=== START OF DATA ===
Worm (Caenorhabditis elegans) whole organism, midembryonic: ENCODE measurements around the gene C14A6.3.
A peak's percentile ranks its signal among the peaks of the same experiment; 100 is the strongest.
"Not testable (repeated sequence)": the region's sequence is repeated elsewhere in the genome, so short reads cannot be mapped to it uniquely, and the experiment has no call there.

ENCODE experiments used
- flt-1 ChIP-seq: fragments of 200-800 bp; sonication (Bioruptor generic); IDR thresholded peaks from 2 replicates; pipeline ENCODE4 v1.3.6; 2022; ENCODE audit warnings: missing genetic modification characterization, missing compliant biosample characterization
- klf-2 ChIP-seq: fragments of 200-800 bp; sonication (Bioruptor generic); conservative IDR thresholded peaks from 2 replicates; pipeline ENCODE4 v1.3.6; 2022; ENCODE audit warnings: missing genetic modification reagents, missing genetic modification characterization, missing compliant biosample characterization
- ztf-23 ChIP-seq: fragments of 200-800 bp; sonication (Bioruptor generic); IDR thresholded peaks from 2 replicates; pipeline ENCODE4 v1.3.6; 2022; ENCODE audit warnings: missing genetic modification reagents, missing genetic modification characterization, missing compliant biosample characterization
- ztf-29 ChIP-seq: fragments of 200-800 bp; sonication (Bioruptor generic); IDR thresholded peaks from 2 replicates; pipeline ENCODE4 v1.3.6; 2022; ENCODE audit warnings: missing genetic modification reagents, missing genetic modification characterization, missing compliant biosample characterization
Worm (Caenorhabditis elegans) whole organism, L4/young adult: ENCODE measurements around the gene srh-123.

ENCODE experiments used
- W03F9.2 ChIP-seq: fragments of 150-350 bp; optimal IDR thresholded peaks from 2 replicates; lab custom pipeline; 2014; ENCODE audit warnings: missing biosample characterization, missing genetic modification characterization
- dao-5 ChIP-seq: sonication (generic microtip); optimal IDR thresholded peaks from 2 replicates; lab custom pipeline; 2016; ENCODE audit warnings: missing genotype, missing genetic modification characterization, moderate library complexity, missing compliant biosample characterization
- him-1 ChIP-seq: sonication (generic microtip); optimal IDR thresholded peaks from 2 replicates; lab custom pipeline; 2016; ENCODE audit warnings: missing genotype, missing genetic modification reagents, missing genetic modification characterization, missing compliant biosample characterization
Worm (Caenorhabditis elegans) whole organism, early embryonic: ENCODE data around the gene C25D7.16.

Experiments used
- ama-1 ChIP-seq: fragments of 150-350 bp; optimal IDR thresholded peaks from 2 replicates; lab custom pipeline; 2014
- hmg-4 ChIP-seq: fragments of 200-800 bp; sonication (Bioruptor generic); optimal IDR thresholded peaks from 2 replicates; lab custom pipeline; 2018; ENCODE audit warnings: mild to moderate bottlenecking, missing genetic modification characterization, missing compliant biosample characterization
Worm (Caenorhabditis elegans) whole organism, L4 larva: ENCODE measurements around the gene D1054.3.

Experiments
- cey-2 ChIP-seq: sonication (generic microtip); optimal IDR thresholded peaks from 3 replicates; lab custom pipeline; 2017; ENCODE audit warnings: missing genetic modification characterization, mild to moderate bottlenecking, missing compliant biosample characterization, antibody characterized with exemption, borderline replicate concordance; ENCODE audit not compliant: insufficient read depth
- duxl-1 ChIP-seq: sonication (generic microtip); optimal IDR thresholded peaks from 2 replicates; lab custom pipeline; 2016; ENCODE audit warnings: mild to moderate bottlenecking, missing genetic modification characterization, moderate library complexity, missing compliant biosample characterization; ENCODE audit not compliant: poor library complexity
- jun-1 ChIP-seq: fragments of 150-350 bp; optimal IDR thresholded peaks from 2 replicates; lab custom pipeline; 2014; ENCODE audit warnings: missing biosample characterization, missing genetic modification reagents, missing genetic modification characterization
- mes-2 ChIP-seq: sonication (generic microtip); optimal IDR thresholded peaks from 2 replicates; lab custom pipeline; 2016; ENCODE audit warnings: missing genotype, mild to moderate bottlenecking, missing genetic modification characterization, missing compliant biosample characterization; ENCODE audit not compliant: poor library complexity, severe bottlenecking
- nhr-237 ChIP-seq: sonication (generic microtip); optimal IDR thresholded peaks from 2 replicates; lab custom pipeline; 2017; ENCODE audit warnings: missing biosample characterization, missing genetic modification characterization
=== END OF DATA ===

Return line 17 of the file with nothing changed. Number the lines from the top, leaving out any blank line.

- hmg-4 ChIP-seq: fragments of 200-800 bp; sonication (Bioruptor generic); optimal IDR thresholded peaks from 2 replicates; lab custom pipeline; 2018; ENCODE audit warnings: mild to moderate bottlenecking, missing genetic modification characterization, missing compliant biosample characterization